In plants, phosphorous is found largely as phosphate esters-including the sugar-phosphates, which play such an important role in photosynthesis, intermediary metabolism and energy metabolism of cells12. The optimal level of mobile phosphorus content in the soil is found to be about 30–45 mg·kg–1 with the sum of loose-bound and different-base 385–445 mg·kg–1 of soil13,14. It is found that nitrogen and phosphorous application led to an increase in leaf area and biomass. On the other hand, the application of nitrogen increases the total dry weight of the plants and reaching to the maximum total dry weight. Moreover, addition of phosphorus and potassium triggers microorganisms' activities to improve the compost quality, but the soil enrichment with phosphorus over the optimal level leads to unproductive costs and low availability of soil phosphorus15. Furthermore, the application of FYM + NPK increases the content of organic carbon in the soil, the total content of nitrogen, P and K concentrations16.
It worth mentioning that most of the studies on sugar beet crops concentrated on how to increase the root and sugar productivity. Therefore, many researchers have studied the effects of different fertilization levels and/or different growth regulators. This experiment aimed to study the response of sugar beet growth parameters, yield and yield components to the application of compost and phosphorus fertilizes under saline soil conditions.
Materials and Methods
The experiment was conducted during the winter season of 2016–2017 in the demonstration farm of the College of Agriculture, University of Bahri, Khartoum North, Alkadaro, Sudan (Latitudes 150.44ʹ-150.45ʹ N, Longitudes 320 35ʹ 320 39ʹ E. and Altitudes 398m above the sea level). The area is located in semi-arid zone, characterized by long period of dry season, hot climate in summer with mean daily maximum temperature between 30 -45°C, and cool in winter, with temperature between 25-10oC. Usually it rains in summer and the annual average rainfall ranges between 0 -100mm, and the relative humidity between16% - 50%. The soil is moderate to strong alkaline, with pH 7.5-8; EC 1.1-8.3 dSm-1 17.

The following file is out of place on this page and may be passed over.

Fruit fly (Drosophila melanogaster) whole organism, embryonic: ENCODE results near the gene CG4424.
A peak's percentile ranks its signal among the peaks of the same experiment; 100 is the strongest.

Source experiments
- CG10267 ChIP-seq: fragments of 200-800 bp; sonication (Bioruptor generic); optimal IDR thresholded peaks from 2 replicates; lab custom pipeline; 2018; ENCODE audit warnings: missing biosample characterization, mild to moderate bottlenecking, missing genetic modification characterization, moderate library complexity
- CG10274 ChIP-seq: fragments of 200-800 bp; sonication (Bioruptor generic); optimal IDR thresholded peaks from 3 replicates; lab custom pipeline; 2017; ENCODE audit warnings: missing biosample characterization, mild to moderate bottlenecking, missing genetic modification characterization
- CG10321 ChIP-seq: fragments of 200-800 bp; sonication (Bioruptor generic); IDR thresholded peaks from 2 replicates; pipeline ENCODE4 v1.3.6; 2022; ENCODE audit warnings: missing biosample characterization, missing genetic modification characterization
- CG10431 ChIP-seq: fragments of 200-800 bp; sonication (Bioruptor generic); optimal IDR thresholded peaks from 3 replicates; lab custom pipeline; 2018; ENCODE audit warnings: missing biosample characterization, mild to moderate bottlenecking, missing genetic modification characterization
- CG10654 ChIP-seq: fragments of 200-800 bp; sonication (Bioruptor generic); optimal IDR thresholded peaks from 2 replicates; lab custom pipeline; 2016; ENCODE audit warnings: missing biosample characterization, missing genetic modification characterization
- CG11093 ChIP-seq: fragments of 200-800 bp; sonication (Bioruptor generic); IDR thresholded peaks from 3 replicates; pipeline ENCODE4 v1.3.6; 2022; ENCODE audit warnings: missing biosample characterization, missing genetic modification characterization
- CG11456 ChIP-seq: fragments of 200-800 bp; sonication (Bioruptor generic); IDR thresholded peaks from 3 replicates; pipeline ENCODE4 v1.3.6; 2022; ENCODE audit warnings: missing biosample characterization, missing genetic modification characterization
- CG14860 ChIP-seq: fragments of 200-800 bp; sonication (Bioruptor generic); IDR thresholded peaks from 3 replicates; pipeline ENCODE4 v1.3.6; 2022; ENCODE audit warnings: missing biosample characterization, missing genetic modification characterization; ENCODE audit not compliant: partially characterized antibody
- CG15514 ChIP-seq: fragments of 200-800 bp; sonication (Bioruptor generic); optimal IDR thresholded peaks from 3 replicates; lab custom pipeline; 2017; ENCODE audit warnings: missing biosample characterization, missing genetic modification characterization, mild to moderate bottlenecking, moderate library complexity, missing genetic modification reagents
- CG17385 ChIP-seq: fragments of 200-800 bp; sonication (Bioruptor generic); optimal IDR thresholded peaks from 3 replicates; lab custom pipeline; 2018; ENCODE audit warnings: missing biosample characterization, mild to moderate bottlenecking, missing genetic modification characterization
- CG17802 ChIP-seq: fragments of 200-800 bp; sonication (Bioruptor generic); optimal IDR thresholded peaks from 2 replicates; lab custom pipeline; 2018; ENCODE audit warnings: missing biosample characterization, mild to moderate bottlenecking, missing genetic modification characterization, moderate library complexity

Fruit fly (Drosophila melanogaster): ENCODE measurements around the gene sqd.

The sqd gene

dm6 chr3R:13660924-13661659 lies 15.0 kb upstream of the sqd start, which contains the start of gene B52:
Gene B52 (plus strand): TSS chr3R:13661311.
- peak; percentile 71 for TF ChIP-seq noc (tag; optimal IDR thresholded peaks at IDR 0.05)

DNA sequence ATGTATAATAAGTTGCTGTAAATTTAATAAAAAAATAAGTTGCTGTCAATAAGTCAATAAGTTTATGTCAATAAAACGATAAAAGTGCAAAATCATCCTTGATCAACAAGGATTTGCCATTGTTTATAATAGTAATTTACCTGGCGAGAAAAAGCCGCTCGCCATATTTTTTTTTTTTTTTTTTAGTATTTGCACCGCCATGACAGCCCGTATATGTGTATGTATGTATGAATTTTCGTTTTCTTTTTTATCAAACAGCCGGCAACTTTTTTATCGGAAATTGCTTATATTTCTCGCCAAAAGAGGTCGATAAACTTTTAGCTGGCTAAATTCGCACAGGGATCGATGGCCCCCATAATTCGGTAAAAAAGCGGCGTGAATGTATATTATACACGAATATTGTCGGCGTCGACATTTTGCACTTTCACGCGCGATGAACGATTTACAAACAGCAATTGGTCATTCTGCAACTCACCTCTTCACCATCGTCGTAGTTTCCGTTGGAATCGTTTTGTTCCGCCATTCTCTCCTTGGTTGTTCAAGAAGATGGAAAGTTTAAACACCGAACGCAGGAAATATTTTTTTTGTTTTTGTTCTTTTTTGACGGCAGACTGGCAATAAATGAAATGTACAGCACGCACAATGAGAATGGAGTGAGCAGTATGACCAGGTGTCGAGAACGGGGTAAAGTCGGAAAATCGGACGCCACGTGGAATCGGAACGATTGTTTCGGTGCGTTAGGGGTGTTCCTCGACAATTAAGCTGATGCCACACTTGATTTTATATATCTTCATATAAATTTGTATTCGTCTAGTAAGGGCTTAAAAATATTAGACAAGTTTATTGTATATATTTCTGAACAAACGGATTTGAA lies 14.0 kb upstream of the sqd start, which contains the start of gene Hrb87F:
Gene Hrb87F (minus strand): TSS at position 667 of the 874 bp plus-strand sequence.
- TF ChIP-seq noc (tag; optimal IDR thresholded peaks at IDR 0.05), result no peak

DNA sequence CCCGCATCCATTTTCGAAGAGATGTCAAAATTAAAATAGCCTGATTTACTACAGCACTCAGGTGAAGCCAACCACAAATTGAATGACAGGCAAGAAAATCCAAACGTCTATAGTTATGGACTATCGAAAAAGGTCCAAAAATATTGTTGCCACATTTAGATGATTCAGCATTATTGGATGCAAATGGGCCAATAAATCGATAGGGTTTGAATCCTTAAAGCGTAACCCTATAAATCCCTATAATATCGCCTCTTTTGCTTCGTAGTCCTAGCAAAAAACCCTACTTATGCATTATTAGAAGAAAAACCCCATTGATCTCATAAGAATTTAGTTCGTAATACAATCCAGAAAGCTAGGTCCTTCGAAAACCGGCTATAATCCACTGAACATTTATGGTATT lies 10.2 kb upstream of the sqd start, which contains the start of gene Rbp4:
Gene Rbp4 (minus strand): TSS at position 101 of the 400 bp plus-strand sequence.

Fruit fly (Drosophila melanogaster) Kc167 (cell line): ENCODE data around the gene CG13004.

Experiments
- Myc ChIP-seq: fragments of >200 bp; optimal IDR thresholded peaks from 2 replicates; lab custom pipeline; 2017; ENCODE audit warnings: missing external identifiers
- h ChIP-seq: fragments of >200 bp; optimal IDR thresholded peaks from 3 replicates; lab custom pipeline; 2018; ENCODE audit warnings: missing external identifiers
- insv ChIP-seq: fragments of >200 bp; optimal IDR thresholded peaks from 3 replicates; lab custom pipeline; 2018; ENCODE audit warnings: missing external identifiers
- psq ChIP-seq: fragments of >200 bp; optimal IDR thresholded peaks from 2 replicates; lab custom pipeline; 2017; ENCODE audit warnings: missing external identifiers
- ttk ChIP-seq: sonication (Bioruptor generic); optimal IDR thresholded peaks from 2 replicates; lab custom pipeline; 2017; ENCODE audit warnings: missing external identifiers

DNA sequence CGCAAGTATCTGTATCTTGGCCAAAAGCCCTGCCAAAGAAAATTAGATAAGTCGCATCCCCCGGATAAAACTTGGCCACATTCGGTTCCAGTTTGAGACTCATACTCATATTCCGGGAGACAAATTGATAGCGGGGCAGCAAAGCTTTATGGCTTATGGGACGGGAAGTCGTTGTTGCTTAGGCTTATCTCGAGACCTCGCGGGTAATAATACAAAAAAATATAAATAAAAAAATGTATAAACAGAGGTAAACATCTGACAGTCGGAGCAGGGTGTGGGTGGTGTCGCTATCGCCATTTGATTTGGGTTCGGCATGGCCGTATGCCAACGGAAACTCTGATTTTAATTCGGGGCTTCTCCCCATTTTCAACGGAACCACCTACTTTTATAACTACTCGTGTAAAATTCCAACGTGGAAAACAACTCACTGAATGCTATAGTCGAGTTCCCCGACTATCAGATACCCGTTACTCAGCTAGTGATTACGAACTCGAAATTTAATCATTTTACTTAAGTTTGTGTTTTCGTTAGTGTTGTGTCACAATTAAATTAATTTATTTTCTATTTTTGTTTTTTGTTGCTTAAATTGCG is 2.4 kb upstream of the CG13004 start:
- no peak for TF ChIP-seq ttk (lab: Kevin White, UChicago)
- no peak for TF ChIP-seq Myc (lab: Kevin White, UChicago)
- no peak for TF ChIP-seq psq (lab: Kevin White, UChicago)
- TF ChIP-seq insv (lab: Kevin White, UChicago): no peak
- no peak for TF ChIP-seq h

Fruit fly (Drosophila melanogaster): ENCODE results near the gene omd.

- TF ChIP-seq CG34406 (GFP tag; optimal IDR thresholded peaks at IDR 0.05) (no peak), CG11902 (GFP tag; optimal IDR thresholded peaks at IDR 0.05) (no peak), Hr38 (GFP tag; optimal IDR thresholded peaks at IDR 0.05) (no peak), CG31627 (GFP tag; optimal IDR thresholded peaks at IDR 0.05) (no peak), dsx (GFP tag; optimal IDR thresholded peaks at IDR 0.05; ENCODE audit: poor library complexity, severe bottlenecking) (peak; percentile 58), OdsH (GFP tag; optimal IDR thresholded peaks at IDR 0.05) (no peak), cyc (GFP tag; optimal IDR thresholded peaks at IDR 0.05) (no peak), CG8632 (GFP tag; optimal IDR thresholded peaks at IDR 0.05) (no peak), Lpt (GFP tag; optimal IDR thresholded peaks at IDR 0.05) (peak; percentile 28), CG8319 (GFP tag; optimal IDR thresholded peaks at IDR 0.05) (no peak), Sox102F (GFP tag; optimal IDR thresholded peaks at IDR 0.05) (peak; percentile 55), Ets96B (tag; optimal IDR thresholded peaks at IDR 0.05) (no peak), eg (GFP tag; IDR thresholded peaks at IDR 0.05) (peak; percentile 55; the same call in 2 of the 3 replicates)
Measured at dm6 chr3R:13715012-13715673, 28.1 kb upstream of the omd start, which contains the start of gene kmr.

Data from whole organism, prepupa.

This study adopted the Randomized Complete Block (RCBD) experimental design with three replications and six treatments; compost 5t/ha, phosphorus 88Kg P2O5/ha, phosphorus 176 Kg P2O5/ha, compost 5t/ha + phosphorus 88Kg P2O5/ha, compost 5t/ha + phosphorus 176Kg P2O5/ha and control which referred to (O, P1, P2, P1O, P2O and C) respectively. Soil was prepared by disk plough, harrowed, leveled, and ridged. Plot size was 5x4 m; spacing between ridges was 70 cm and 15 cm between plants. Seeds were manually planted on 13/12/2016 by placing two seeds /hole and thinned to one plant/hole. Frequent irrigation was carried out every 7-10 days. Harvesting was done on 7/5/2017. Data were collected by taking three plants at random from the two outer rows of each plot after 7, 10, 13, and 16 weeks after sowing (WAS). The following parameters were studied, the Leaves number, Leaf dry weight (g), Leaf Area Index, Root diameter (cm), Root fresh weight (g), Yield and yield components. The data were analyzed, using Statistic 8 software Program.
Results and Discussion
Results in table 1 showed significant differences in the leaf number of sugar beet as influenced by different treatments of compost and phosphorus. The highest leaf number was obtained in treatment (P2+O) followed by treatment (P1+O), whereas the lowest one was recorded in treatment (P1)17. The increase of leaf number may be due to nutrients availability which released during the decomposition of compost, especially the nitrogen which plays a vital role in plant growth. The available nitrogen that released in the soil from the compost mineralization process increases the shoot/root ratio of sugar beet. Also the solubility of phosphorus in soil can be increased due to the presence of compost and phosphate which provide the plant with energy. This result was in confirmative with the result obtained by Nshimiyimana18 who stated that when sugar beet was evaluated by using cow dung as organic manure and NPK as mineral fertilizer; the differences among treatments were significant and high leaf number after four weeks was observed. Michel, et. Al.; 19 suggested that the organic manure can benefit crops in various ways through the provision of nitrogen in the early season and more slowly during the remaining growing period.Table 1. Effect of compost and phosphorus fertilizers and their combinations on leaves No. of sugar beet (ALkadaro-Sudan, 2016/2017).
|Time Treatment.||7WAS||10 WAS||13 WAS||16 WAS|
|Control||8.22 bc||17.89 ab||25.67 ab||31.89 bc|
|O||9.33 ab||20.22 a||26.89 a||34.89 ab|
|P1||7.67 c||16.55 b||22.67 b||27.89 d|
|P2||8.33 bc||21.00 a||25.45 ab||28.89 cd|
|P1 + O||9.89 a||19.67 ab||26.00 ab||33.89 ab|
|P2 + O||9.56 ab||20.31 a||24.78 ab||36.33 a|